Scientists Partially Reconstruct Genome of Extinct Mammoth
Thursday, November 20, 2008
An international team of scientists has reconstructed about two-thirds of the genome of the woolly mammoth using DNA extracted from balls of hair, the first time this has been accomplished for an extinct species.
The project provides some of the starting material that would be required to bring back to life the giant, hairy, cold-weather animals. That task, however, is not likely to be accomplished soon -- and may turn out to be impossible.
The research offers insight into the history of elephants, however. It may illuminate the evolutionary adaptations that did -- and did not -- occur in mammoths as their habitat and the climate changed eons ago. The research also suggests that samples of fur, including many in museum collections, may be more useful than scientists thought in studying extinct species.
"One can imagine a new field of 'museomics' using the collected samples that are now stored in natural history museums," said Stephan C. Schuster, a biologist at Pennsylvania State University who led the 21-person research team with a colleague, Webb Miller.
"This is definitely heading in the right direction toward acquiring an extinct genome, which is really cool," said Hendrik Poinar, a molecular biologist at McMaster University in Ontario. He has worked on other projects using "fossil DNA" but was not involved in this one.
Mammoths disappeared about 10,000 years ago when they were hunted to extinction by prehistoric humans. The lineages that gave rise to Asian elephants and woolly mammoths diverged from a common ancestor about 7 million years ago. The lineage that led to African elephants had split off less than a million years before that.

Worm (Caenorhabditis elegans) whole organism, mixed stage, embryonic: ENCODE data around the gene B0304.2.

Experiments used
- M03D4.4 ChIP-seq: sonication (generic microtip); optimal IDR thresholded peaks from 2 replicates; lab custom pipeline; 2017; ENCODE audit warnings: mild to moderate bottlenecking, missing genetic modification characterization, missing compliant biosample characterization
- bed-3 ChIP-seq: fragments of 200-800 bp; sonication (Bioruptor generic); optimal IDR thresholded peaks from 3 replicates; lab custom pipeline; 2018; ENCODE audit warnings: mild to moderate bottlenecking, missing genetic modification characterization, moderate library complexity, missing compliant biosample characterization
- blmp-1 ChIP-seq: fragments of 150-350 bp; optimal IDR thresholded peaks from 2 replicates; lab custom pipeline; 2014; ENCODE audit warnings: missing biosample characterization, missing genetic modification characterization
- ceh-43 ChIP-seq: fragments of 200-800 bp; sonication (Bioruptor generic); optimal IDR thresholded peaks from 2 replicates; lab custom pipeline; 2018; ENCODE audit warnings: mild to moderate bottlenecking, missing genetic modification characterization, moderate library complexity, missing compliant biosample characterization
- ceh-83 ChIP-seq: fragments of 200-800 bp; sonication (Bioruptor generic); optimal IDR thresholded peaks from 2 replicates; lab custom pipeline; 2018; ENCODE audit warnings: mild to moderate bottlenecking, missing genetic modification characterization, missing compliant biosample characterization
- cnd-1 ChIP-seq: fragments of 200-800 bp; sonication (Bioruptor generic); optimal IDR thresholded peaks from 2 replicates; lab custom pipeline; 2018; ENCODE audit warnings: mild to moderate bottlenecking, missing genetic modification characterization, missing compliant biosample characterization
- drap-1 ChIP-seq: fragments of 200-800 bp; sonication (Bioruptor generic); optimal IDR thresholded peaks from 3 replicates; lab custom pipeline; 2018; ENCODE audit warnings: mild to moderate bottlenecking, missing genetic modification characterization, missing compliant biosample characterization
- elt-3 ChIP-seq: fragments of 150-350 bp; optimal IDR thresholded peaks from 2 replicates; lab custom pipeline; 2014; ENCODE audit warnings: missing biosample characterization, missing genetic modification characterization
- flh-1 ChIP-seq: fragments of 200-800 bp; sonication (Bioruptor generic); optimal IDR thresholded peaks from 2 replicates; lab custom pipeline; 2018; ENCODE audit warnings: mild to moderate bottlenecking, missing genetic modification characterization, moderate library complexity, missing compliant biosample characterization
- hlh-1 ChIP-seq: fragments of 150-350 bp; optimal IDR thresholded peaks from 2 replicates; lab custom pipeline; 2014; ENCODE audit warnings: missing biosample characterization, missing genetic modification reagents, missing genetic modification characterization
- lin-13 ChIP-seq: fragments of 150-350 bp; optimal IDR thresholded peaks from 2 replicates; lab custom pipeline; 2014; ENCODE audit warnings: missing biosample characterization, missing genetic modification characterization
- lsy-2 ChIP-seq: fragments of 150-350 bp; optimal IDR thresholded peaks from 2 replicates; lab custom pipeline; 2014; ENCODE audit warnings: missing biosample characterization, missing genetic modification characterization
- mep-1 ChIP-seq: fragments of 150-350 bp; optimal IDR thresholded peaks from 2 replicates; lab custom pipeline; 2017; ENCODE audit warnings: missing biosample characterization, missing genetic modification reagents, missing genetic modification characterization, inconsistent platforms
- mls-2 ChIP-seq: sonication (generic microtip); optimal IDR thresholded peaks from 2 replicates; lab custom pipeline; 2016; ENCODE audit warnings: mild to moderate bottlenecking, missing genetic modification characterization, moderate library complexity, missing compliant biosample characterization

The researchers, who are reporting their results today in the journal Nature, used two samples of woolly mammoth hair. One was from a 20,000-year-old mammoth from Siberia; they paid $130 for a four-ounce handful collected legally by Siberian natives. The other was from a specimen from an animal that died 65,000 years ago.
Schuster and his colleagues read the sequence of genetic letters from fragments of DNA inside the shafts of the hair. The DNA is left from cells that produce the hair protein and then stack up and die as the hair grows. The chief advantage of using this source is that the DNA is largely protected from contamination by microbial DNA, which muddies the picture.
The mammoth DNA had degraded into very short strands of no more than a few hundred bases, or letters of genetic code, strung end-to-end. In intact cells, DNA strands can be tens of millions of bases long.
The researchers sequenced 4.17 billion bases and determined that 3.3 billion belonged to the mammoths. The rest were from viruses, bacteria, fungi and other microbes. The researchers identified the mammoth DNA by comparing the sequences with the genome of the modern African elephant. Sequences that were extremely close were assumed to have come from the mammoth, not from the microbial contaminants.
Elephant and mammoth genomes are very large, probably 4.7 billion bases, considerably longer than the 3 billion-base human genome. This suggests that Schuster and his colleagues captured about 70 percent of the mammoth genome.
Their preliminary analysis shows that mammoths and elephants differed by 0.6 percent of their DNA. That is about half the difference between human beings and their closest relatives, chimpanzees.